2017 Reading List: vol. 2

Today’s review is coming to you a bit late, because I finished this book so fast and then got wrapped up in my next book. For my second book of the year, I thought I’d stick with the Harry Potter theme.

Harry Potter and the Cursed Child, by J. K. Rowling, John Tiffany & Jack Thorne

This book is actually a play, based on a new short story. Nineteen years after the last Harry Potter book, Harry and his friends are back, with kids and careers in tow. Harry and Hermione work for the Ministry of Magic and Ron runs the Weasley joke shop. Hermione and Ron are married with kids. Harry and Ginny are married with kids. And all the kids are headed off to Hogwarts.

The story follows the misadventures of Harry’s son, Albus, and Draco Malfoy’s son, Scorpius (which I think is a terrible name for the poor child). Albus is seemingly nothing like Harry and with such a high standard to live up to, he thinks he always falls short. In what I believe is his absurd effort to prove himself to his dad, he and his friend Scorpius insert themselves into their own epic adventures, which may have dire consequences.

Tiny spoiler alert:

They are trying to change the course of history by going back in time. I’ll leave it at that. What they naively don’t realize is that events in the past have a ripple effect. You can’t change one thing without setting everything else on a different path.

I really enjoyed this play. Hence, I read it in less than 24 hours. But hey- didn’t you all read every Harry Potter book in a day? This one isn’t nearly as thick.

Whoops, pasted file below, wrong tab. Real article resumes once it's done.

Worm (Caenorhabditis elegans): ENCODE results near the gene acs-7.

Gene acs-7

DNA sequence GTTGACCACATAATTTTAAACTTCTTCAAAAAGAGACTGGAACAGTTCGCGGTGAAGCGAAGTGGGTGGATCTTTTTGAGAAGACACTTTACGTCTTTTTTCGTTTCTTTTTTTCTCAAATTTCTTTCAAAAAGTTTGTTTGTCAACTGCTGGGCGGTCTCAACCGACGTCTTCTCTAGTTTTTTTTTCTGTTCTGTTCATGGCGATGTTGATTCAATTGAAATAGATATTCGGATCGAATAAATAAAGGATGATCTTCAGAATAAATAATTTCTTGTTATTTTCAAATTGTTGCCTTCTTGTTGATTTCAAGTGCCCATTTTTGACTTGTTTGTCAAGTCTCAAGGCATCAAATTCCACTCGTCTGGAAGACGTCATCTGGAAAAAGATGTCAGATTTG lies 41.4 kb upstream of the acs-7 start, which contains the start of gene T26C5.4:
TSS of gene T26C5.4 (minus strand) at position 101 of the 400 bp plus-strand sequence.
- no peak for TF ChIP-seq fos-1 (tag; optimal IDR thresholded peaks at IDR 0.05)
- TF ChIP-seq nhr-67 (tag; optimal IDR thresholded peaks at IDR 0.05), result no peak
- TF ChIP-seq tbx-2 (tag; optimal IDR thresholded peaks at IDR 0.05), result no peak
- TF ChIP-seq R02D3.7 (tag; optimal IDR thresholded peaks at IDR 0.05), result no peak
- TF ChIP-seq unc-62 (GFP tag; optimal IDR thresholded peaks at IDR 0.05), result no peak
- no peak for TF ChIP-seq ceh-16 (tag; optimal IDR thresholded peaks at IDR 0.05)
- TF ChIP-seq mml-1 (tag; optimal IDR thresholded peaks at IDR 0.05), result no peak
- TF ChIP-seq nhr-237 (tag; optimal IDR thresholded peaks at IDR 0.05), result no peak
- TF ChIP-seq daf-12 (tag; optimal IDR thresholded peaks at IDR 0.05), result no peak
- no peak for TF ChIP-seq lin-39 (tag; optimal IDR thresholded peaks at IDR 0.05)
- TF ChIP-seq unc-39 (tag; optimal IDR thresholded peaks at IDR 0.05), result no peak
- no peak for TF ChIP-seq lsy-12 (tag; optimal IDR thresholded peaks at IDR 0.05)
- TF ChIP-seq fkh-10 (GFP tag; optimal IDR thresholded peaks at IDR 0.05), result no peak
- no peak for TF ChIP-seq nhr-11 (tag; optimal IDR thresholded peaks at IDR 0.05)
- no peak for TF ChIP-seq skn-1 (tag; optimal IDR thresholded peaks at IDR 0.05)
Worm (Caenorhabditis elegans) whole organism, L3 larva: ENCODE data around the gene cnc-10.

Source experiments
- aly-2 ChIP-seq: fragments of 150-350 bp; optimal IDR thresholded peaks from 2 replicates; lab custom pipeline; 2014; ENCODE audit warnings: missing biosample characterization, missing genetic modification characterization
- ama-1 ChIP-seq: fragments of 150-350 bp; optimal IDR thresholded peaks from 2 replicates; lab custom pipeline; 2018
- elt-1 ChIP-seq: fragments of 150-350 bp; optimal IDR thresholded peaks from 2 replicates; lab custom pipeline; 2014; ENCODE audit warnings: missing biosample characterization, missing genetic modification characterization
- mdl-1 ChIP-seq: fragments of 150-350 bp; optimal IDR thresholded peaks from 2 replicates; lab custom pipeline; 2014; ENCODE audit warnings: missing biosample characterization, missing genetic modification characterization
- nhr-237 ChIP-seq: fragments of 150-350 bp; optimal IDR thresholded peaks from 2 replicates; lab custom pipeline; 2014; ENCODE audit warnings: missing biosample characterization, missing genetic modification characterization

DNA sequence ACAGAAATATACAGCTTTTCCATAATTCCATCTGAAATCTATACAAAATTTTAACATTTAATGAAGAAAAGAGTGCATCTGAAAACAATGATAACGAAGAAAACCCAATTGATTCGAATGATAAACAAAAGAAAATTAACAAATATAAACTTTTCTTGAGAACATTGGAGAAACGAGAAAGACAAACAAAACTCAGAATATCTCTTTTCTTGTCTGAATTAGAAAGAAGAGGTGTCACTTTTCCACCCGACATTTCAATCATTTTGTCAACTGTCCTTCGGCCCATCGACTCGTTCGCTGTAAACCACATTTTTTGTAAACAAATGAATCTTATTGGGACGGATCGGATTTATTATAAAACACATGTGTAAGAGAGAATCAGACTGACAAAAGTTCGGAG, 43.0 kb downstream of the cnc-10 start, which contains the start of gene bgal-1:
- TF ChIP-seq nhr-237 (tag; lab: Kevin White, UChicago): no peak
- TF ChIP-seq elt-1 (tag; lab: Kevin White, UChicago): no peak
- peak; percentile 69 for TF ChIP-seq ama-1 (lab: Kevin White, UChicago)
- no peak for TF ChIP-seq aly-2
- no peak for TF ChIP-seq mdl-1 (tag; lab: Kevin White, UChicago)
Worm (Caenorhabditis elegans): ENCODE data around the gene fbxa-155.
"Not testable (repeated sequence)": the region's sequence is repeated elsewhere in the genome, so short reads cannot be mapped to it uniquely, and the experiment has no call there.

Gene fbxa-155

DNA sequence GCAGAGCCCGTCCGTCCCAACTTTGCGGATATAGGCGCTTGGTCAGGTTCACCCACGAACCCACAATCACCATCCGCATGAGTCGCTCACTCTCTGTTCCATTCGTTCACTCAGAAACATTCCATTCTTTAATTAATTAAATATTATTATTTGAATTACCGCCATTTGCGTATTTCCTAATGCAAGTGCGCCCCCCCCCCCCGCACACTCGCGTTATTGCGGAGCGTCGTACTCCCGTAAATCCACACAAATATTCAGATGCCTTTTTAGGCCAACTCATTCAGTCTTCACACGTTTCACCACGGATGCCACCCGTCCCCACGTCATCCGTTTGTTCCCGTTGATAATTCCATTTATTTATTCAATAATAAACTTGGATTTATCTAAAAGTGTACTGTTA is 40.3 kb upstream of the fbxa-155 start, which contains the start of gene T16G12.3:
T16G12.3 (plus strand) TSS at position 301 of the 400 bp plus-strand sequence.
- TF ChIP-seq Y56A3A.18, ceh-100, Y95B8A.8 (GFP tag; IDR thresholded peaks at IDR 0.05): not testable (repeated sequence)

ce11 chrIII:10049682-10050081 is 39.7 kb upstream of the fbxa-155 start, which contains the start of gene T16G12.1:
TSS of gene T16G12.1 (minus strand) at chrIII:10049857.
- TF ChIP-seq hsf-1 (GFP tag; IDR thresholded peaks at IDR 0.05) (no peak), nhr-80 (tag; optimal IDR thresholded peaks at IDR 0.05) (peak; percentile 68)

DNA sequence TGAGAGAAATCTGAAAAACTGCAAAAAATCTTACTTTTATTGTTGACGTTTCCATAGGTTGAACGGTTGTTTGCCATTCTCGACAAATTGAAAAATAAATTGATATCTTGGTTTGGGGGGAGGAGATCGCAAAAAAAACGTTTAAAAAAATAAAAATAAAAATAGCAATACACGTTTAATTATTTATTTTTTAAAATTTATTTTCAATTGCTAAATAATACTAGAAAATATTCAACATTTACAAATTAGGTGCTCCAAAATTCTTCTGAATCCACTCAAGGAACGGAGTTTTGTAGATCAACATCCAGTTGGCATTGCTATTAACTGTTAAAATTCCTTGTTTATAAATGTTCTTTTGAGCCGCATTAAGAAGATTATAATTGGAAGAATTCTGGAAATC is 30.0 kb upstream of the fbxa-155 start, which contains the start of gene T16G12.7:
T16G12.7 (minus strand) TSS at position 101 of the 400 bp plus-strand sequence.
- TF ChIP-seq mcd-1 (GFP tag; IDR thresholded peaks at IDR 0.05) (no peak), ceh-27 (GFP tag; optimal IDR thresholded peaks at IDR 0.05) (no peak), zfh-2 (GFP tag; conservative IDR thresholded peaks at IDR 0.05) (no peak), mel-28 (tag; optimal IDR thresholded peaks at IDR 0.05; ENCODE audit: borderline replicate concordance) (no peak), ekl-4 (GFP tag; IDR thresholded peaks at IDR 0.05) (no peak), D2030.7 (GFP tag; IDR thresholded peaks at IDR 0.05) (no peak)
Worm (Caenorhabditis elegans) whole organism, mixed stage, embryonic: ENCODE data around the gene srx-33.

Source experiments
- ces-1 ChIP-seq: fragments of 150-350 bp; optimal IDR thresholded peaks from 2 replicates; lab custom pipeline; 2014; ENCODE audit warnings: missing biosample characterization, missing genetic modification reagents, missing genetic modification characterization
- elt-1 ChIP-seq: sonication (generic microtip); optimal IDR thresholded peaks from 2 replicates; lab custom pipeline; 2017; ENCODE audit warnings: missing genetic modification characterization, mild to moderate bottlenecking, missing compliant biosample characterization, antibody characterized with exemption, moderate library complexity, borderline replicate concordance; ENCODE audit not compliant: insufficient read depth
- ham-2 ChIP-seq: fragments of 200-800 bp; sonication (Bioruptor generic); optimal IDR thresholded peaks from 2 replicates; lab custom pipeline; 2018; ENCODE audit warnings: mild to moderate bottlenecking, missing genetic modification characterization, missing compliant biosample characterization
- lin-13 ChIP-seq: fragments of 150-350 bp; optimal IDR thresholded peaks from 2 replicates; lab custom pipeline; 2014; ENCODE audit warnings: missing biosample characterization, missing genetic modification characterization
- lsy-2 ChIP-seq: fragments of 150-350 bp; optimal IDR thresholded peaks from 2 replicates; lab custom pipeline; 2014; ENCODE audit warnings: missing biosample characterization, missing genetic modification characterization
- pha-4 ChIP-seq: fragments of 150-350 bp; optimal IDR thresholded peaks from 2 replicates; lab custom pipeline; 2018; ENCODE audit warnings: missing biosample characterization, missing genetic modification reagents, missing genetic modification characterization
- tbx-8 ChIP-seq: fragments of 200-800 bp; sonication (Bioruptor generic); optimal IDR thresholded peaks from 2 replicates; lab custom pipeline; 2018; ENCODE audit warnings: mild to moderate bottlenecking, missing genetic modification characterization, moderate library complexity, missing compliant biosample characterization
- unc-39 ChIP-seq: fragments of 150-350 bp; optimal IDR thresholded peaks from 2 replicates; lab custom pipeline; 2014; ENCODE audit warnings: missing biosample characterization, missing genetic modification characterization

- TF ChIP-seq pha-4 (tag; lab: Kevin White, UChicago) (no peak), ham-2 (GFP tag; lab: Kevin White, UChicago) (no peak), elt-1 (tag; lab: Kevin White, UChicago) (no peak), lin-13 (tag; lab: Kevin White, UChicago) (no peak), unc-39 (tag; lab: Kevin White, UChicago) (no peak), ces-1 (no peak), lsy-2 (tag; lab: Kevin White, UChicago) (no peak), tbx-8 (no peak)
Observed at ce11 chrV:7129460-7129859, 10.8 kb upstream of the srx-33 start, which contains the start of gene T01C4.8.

What I loved most was diving back into the magical world that J. K. Rowling is so good at creating. Even without 700 pages of descriptive paragraphs like in a novel, she is able to bring the details of this world to the mind’s eye so easily. I forget that Hogwarts isn’t a real place when I’m reading these books.

And even though this one takes place 19 years later, introduces new characters, and isn’t even a novel, I was still drawn into the storyline as if I’d never stopped reading the series.

It was difficult at first to reconcile the words and actions of this Harry Potter from Harry Potter the student, though. I had to keep reminding myself that they were grown up, almost 40 years old, and that people change so the characters had to change. Harry is trying to be more responsible and parental, Hermione is trying to be the career woman, Ron is trying to be the cool dad. But the story isn’t about them.

As a character, Albus is a bit hard to warm up to. He is moody and temperamental and frustrating. I wanted him to love Hogwarts as much as I did, to be good at his spells and to stand out like his dad. But that’s not who he is, and both Albus and I had to come to terms with that.

I don’t think the play did quite as good of a job characterizing Scorpius. There’s background there, for sure, but his personality doesn’t stand out. I couldn’t tell if he was going to be good or bad. From the moment Albus and Scorpius meet, I thought he seemed ambiguous and I wanted more from him.

This book seemed to have some moral lessons wrapped up in the old comforts of the wizarding world. There are lessons about parenting and friendship and bravery. And there’s an old adage tucked in there that all things happen for a reason, even if you’re not sure what that is yet. Sometimes the lessons were a little too overt. But overall, it was cute, if only to remind us that we all have flaws and lessons left to learn.

If you love(d) Harry Potter in any way, you’ll like this book. Five stars.

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